#114 + #115 – Perelandra and That Hideous Strength, by C.S. Lewis
- Read: 10/23/16 – 10/28/16; 10/28/16 – 10/29/16
- Provenance: Owned (hardcover)
- Challenge: Mount TBR Challenge 2016 (4/12 and 5/12)
- Rating: 1 star to both
Looking over my oldest unread books, I realized I’d read the first book of the trilogy in 2015 and never gone back for the others. Mount TBR seemed like as good a time as any to complete an unfinished series, so I dove in, remembering the strange-but-pleasant time I had with Out of the Silent Planet. (Classic sci-fi has a vibe I love, back when the rules weren’t so well-established and crazy things happen, narratively speaking.)
First, Perelandra. It began with a chapter with a new character as first-person narrator, which was jarring, but soon enough I saw why–he was to act as Ransom’s trip coordinator, basically, setting up an expectation of narrative framework. He saw Ransom off on his trip to space and would be there when he returned at the end of the book. Disappointment #1: Said expectation was not met. Ransom’s return was chronicled long before the end of the book, and the last thing that actually happened was him climbing into his “ship” and leaving the planet–no glorious homecoming to wrap things up.
Okay, irritating, but on to the much bigger issue, and it’s a whopper.
Halfway through the book, it stops being science fiction and becomes heavy-handed Bible allegory. Now, wait, I hear you say. C.S. Lewis hated allegory, in fact he decried it. Yes, he did, so much so that Perelandra has a big line of text at the beginning stating that it isn’t allegory. Too bad it really looks like it!
But then, I guess it’s not allegory, not really, not if it can’t even bother to disguise the original story as something else. We the reader had to figure out Aslan was a Jesus-analogue in The Chronicles of Narnia; Lewis doesn’t trust the reader that much in Perelandra, starting with a character who we suspect is an Eve-analogue in “Paradise”…then smacking us in the face with it by having Ransom philosophize extensively on every single parallel between his situation and the book of Genesis.
Most of the latter half of the book is tedious and seemingly endless religious discussion between the Venus!Eve, Ransom, and Devil!Weston. It’s terrible. Especially when Devil!Weston spends several pages trying to coax Venus!Eve into replicating The Fall with arguments that look, to me here in the 21st century, a lot like modern feminism. Putting progressive ideals about women’s equality in the mouth of the Devil? You’re not winning many points with me for that, Lewis. I’m not impressed.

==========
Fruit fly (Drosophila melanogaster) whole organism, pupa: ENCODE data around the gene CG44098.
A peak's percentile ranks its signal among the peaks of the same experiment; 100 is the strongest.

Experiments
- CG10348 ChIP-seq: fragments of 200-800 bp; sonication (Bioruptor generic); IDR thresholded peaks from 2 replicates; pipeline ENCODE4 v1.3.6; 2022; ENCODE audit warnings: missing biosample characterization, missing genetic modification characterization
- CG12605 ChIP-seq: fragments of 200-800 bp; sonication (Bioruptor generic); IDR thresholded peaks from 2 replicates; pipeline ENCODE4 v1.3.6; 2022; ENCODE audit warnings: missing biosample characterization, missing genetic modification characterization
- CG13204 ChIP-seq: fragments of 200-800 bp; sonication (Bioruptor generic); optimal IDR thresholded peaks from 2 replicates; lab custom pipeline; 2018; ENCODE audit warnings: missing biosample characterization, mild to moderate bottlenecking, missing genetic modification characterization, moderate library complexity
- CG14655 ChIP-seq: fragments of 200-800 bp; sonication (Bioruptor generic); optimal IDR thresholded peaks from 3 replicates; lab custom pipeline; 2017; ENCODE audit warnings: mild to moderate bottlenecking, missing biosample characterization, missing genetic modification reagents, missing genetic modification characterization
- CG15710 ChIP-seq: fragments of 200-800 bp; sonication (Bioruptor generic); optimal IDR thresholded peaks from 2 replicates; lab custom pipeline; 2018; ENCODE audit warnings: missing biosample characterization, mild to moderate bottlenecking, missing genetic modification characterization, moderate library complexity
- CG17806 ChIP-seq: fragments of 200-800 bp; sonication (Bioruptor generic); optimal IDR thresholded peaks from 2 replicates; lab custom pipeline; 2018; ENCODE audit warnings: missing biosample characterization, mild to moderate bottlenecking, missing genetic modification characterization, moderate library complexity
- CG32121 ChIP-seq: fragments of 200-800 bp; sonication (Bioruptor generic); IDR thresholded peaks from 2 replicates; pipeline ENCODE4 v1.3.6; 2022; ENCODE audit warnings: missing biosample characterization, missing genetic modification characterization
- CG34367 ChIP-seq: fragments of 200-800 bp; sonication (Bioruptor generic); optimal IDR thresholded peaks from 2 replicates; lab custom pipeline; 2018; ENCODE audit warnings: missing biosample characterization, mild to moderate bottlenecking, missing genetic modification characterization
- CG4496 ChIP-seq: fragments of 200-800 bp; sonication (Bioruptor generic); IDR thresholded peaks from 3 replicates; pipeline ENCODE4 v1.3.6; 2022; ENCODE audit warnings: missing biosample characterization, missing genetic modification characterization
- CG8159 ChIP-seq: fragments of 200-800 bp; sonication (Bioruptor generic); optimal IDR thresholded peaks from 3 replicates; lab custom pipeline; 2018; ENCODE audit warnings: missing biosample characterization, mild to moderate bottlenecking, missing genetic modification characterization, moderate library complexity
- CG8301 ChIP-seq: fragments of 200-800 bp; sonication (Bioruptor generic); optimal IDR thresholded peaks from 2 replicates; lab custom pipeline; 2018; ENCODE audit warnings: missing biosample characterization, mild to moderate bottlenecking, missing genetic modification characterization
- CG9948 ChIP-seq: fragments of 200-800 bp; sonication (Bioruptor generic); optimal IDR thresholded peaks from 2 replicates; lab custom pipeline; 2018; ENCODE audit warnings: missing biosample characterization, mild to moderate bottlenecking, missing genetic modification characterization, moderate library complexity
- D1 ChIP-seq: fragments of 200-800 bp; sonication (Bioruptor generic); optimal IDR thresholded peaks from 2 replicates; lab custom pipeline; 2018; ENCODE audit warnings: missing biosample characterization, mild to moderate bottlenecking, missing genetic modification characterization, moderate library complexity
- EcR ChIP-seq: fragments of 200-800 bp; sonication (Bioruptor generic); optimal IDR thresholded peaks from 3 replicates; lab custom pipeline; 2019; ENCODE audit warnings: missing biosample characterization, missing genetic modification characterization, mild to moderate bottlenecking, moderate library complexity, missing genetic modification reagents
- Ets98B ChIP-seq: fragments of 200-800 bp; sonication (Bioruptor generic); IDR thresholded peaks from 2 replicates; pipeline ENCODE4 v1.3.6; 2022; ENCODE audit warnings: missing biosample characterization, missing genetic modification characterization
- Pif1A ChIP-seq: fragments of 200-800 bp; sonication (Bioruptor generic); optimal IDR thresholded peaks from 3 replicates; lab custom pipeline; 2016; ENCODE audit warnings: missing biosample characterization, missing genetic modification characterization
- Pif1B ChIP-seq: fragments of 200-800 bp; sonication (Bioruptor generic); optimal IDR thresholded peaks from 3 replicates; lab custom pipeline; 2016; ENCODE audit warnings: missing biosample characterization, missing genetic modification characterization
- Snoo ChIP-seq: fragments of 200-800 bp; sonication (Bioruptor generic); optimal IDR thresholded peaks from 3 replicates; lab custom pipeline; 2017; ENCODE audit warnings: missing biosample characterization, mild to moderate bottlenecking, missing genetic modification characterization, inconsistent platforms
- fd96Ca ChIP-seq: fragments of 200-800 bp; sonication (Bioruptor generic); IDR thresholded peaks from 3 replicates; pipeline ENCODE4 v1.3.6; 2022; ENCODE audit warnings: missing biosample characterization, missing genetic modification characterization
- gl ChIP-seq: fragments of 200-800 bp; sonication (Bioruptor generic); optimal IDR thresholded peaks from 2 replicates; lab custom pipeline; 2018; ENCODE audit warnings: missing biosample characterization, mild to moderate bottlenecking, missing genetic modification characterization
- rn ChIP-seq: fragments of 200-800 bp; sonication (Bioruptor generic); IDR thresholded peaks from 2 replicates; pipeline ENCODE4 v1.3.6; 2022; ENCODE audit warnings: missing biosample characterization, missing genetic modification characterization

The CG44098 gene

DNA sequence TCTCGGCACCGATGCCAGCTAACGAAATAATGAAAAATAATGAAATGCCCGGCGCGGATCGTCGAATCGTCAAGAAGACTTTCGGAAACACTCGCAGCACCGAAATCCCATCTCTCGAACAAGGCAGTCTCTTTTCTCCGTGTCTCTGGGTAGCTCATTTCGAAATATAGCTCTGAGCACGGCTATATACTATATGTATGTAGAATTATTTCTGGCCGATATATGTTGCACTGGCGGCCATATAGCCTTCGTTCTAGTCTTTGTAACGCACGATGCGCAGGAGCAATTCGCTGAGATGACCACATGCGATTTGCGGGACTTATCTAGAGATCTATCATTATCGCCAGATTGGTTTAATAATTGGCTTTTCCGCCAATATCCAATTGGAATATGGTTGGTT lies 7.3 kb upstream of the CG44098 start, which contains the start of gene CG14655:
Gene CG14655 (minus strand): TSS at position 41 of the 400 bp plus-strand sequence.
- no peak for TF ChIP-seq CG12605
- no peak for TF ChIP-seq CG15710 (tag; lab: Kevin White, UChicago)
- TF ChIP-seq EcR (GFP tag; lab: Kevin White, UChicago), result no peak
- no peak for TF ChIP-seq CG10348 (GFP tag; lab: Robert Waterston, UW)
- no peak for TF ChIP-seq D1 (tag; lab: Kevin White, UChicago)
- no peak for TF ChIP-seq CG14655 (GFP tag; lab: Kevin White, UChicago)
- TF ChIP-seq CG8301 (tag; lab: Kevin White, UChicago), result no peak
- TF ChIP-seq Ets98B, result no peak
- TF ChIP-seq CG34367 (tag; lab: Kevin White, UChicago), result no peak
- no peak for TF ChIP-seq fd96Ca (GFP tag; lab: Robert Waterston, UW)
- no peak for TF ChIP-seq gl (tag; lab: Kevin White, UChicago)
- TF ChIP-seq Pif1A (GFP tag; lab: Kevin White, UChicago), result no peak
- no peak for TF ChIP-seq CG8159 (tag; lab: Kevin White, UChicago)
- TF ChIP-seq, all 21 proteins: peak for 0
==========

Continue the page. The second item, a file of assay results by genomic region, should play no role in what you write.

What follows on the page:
Anyway, despite hating it pretty thoroughly as soon as Devil!Weston showed up to spoil literally everything, I did finish it, because I hoped That Hideous Strength would be better.
It wasn’t. It was worse.
Due diligence, I plunged on to page 100 before giving up. But the opening of this book was even more jarring than Perelandra. We’re back on Earth being introduced (third-person) to a college don and his wife. Neither of them are very interesting at first, and I have no idea how they’re related to the ongoing Ransom-narrative of the first two books, so I’m bored already. Then in the middle of the first chapter, suddenly there’s a scene with an “I” narrator, and I have no clue who it’s meant to be–is it Lewis himself? Is it the same narrator character from Perelandra who related Ransom’s adventures to us secondhand? Is it some character I would have met later if I could have stomached reading more? I will likely never know, as he disappeared, never to resurface again (before page 100.)
The college don and his wife continue to be uninteresting, and there’s an awful lot of cigar-smoking college-don back-room politicking that was probably easy and natural for Lewis to write, given his time period and occupation, but pretty far removed from the experiences of my life, so I could have used more explanation of what was going on.
Oh, and then the college has a little plot of woods THAT JUST HAPPENS TO BE WHERE MERLIN IS SUPPOSEDLY BURIED.
Wait, Merlin? We’re going Arthurian mythos? What the hell does that have to with Super Religion Space War from Perelandra?
From reading reviews on Goodreads after the fact, I have discovered that Ransom eventually shows up, tying this book to its predecessors and Super Religion Space War, but damn me if I had the patience to wait for him. It was just so dull. Life’s too short for dull books.
#116 – Asking For It, by Lilah Pace
- Read: 10/29/16 – 10/30/16
- Provenance: Library (paperback)